Council in favour of museum's post office plans

The former North Dunedin post office. Photo by Jane Dawber
The former North Dunedin post office. Photo by Jane Dawber

The planned $1.5 million refurbishment of the former North Dunedin post office by the Otago Museum has won support from Dunedin city councillors, despite some verbal volleys aimed at the project's design.

The concerns came from Crs Teresa Stevenson and Lee Vandervis at yesterday's Dunedin City Council community development committee meeting, but were not enough to stop councillors voting to accept the museum's design plans for the building.

The plans, detailed in the Otago Daily Times on Monday, included a refurbishment of the building's interior for conferences, functions and exhibitions, and a new glass conservatory, courtyard and pathway.

The decision requires final approval at the next full council meeting on February 20, and is subject to detailed landscaping and design work being completed and resource consent obtained.

The council granted the museum a 33-year lease to use the unoccupied building in 2010, at an annual rent of $12,000, subject to the building being restored.

Most councillors yesterday praised the museum for work that would allow the building to be restored and reused, but Cr Teresa Stevenson questioned the impact the "glass box" would have on the building's exterior.

She also wanted more detail about how the museum planned to use it once finished, saying she was concerned the museum could use the building for commercial activities inside.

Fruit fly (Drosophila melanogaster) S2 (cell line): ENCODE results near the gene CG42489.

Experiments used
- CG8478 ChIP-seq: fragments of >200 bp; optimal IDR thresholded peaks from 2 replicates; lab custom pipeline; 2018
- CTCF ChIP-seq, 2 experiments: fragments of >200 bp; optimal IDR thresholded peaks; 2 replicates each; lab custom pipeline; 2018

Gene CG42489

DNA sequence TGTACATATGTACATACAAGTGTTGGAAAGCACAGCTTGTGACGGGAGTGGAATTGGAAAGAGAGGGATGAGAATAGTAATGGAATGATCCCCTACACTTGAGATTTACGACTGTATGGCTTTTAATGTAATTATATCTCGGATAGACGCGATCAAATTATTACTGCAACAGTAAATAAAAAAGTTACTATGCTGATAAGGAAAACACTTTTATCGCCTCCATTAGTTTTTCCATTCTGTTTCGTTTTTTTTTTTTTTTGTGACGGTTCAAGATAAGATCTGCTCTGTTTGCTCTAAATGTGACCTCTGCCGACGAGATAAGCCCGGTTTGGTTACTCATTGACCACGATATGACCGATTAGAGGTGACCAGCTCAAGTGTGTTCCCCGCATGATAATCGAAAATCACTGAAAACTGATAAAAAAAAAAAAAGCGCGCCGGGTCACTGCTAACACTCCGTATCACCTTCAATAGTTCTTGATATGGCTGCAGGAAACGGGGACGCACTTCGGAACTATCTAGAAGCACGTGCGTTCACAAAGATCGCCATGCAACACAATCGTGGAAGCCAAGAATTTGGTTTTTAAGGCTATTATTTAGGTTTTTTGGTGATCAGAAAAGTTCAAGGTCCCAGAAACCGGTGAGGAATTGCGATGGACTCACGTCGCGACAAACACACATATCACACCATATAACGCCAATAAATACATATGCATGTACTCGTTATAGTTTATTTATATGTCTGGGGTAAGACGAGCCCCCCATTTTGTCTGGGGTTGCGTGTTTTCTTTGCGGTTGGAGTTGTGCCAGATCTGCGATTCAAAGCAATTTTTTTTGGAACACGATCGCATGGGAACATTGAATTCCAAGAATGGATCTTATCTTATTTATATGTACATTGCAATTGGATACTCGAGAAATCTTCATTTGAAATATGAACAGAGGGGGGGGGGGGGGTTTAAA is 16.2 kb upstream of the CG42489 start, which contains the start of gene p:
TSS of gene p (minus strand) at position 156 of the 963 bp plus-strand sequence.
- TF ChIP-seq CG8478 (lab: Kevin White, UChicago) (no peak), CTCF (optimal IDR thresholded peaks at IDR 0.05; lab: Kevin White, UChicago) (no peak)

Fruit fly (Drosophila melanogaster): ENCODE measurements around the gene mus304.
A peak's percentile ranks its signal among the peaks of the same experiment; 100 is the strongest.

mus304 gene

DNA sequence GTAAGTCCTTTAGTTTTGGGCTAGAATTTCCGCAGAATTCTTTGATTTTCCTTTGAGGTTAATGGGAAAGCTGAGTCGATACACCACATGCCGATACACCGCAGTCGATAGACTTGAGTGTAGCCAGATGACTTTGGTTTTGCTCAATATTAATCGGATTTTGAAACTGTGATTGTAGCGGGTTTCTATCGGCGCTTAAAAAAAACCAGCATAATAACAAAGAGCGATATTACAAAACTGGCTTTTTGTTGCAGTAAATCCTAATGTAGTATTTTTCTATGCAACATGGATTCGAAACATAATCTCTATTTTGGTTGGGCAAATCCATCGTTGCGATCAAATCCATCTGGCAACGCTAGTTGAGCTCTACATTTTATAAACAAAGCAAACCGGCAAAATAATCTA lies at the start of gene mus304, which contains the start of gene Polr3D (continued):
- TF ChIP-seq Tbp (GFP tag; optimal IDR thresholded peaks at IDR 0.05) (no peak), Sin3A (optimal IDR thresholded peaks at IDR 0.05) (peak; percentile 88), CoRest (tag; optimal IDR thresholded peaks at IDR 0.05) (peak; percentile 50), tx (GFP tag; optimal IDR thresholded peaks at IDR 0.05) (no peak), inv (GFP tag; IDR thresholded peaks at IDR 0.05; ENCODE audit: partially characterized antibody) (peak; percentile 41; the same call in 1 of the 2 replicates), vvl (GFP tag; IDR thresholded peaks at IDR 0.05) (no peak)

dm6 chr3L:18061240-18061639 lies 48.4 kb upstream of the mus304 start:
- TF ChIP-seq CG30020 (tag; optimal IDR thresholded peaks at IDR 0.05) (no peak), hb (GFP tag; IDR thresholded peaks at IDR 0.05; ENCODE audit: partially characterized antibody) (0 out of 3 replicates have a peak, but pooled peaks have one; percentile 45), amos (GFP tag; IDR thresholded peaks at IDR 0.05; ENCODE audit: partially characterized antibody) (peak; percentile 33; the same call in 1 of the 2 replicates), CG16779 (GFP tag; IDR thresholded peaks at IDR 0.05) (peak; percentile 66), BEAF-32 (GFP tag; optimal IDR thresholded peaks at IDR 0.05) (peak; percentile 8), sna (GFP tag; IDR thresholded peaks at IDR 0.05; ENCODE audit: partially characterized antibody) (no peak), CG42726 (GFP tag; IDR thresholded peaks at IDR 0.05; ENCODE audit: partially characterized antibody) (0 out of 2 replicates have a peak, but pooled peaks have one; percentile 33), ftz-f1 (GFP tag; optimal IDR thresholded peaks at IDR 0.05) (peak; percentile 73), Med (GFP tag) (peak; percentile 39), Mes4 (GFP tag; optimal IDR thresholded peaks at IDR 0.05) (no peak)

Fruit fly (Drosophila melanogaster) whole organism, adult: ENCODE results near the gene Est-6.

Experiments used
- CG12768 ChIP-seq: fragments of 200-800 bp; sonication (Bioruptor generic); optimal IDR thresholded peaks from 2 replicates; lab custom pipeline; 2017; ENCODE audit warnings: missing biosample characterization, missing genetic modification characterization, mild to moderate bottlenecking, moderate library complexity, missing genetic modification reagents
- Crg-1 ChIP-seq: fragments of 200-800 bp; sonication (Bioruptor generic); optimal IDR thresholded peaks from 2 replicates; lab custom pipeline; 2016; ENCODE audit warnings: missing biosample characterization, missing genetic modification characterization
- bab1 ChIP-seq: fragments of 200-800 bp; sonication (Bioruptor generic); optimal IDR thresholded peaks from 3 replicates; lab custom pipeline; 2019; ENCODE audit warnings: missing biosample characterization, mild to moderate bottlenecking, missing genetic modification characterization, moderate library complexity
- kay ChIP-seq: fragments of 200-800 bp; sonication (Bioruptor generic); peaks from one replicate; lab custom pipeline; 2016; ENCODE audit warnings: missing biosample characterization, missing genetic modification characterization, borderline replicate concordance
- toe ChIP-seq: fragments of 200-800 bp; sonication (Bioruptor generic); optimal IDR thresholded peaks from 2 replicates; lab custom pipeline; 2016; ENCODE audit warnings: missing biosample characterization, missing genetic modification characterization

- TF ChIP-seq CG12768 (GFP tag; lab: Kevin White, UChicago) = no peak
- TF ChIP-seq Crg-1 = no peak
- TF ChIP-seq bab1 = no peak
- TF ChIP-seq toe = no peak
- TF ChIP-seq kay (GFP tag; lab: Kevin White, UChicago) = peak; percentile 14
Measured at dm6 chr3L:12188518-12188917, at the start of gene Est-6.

That prompted Cr Paul Hudson to raise a point of order, arguing the concerns were matters for a resource consent hearing, which was yet to begin.

Committee chairman Cr Bill Acklin initially agreed it was not the job of councillors at the meeting to "pick the plans to pieces", and disallowed Cr Stevenson's question.

However, he was forced to reverse the decision moments later, after advice from governance manager Sandy Graham.

Cr Stevenson swooped, labelling the conservatory a "shipping container attached to the side" of the building, and asked council heritage policy planner Glen Hazelton for his views on the design.

He refused to comment on the "taste" of the design, but said it was now common practice to differentiate between heritage and modern elements of a redeveloped building.

Cr Vandervis was also concerned the plans showed the redeveloped building expanding beyond its original footprint, which would "considerably alter" the look and balance of the building.

He "loved" the plan to reuse the building, but wanted it redeveloped within its existing footprint, without the "fairly significant add-ons".

"To me, the development plans don't respect the original footprint of the building."

However, Cr Syd Brown said the building was in "such disrepair" it was "basically unusable", but the investment needed to restore it was beyond the means of community groups.

The museum's plan would see $1.5 million raised to restore it, without calling on council funding, he said.

"Here's a golden opportunity for the regeneration and adaptive reuse of a heritage building ... it's an opportunity the city cannot turn down."

Crs Kate Wilson, John Bezett and deputy mayor Chris Staynes agreed, while Mayor Dave Cull pointed out the building had been modified in the past, and congratulated the museum for its "excellent example of heritage reuse".

The building was completed in 1878 and had a category 2 listing with the New Zealand Historic Places Trust, but the museum's plans had initial support from NZHPT Otago-Southland area manager Owen Graham.

Museum experience and development director Clare Wilson said recently the integrity of the bluestone building would be maintained, with heritage features either highlighted or protected in line with a conservation plan.


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